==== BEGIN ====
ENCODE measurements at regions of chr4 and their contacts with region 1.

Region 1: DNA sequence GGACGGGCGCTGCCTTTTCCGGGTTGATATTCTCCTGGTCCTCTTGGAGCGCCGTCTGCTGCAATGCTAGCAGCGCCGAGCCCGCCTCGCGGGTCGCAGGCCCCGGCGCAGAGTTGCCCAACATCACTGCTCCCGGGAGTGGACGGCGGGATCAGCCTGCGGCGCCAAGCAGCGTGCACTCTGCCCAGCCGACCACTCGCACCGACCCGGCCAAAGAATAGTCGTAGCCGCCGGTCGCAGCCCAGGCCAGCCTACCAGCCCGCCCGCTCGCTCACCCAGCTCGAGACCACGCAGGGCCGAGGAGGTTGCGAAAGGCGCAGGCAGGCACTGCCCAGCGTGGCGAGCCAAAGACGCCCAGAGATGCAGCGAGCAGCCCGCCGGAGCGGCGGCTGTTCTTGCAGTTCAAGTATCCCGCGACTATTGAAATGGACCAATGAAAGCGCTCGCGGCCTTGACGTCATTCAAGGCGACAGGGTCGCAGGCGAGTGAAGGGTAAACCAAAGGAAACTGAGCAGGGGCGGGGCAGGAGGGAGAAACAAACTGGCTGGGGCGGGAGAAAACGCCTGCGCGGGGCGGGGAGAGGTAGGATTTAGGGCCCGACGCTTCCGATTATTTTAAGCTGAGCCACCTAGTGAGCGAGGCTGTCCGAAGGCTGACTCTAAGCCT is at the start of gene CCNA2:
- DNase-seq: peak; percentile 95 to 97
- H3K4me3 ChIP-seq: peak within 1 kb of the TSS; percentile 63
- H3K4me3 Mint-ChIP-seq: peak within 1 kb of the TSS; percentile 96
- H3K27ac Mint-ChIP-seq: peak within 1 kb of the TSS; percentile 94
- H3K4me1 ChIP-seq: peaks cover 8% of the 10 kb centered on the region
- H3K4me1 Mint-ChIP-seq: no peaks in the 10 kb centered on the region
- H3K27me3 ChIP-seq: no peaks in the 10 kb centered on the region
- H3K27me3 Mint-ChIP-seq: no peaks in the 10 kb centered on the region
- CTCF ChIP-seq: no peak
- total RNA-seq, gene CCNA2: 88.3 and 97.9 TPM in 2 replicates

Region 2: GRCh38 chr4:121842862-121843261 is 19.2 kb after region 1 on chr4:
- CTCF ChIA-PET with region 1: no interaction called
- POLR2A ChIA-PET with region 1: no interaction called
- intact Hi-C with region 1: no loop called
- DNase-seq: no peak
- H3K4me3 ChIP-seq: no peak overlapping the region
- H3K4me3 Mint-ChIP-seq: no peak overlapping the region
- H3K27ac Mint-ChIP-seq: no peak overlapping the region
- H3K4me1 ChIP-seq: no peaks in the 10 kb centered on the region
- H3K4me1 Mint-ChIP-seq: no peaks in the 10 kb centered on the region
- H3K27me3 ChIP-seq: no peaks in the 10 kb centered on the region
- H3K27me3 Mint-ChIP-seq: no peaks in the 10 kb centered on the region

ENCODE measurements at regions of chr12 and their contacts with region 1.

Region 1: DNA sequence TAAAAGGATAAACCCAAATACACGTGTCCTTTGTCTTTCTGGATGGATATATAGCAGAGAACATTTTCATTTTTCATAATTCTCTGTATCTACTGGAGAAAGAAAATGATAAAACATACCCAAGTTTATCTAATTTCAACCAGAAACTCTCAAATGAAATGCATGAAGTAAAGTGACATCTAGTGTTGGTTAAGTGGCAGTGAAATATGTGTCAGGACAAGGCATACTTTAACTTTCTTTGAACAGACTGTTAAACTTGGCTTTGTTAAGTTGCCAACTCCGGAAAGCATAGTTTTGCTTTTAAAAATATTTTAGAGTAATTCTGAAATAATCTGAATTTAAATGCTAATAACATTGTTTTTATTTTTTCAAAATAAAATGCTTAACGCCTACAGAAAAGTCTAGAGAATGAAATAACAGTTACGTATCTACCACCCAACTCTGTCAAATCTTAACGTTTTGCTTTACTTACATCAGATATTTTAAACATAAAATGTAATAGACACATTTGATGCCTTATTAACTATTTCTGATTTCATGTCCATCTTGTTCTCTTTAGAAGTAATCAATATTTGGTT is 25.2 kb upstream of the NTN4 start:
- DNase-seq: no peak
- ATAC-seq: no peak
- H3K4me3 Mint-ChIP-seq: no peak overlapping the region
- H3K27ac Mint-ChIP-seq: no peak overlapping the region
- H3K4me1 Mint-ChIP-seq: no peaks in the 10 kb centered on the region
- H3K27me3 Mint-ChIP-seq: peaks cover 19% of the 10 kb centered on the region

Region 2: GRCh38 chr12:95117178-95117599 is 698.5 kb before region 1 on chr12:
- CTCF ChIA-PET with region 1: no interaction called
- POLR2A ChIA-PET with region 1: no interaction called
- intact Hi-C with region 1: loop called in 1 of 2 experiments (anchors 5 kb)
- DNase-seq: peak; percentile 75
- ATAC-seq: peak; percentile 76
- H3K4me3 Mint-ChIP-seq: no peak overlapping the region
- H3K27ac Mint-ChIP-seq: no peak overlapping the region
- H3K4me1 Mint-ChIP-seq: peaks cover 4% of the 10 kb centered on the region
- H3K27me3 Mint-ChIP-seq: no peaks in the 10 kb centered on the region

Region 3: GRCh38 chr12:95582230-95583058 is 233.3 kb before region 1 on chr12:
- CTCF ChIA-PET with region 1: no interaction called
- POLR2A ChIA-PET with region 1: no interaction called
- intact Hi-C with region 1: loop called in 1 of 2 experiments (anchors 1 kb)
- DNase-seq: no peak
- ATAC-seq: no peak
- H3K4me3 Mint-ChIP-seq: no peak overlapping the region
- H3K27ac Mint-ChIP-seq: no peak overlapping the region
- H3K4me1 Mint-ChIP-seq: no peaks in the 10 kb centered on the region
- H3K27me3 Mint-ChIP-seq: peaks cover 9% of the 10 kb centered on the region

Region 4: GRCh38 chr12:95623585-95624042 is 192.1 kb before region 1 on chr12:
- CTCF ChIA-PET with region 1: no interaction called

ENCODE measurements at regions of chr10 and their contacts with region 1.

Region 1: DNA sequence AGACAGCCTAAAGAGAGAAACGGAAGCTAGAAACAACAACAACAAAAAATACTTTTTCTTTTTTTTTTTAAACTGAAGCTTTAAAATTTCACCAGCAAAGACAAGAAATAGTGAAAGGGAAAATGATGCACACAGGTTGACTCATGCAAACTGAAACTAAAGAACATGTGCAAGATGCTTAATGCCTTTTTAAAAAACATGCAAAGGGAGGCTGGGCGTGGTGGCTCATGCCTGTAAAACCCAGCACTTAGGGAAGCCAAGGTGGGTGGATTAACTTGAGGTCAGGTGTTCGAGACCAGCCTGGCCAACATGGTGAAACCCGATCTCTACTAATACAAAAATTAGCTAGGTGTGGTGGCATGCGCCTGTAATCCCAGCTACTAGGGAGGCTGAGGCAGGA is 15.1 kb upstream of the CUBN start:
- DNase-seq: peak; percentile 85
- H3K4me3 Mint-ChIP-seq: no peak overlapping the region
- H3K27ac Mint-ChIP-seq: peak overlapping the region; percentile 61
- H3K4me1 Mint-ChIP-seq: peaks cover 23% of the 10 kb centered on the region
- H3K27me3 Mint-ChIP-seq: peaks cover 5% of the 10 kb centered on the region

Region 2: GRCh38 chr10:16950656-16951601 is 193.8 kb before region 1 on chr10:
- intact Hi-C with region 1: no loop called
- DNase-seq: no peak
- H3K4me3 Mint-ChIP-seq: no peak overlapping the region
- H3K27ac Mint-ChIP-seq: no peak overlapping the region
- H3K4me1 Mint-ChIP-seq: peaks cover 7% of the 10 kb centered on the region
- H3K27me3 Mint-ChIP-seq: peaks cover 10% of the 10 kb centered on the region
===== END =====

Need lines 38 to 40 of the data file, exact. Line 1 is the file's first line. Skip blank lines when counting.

- ATAC-seq: peak; percentile 76
- H3K4me3 Mint-ChIP-seq: no peak overlapping the region
- H3K27ac Mint-ChIP-seq: no peak overlapping the region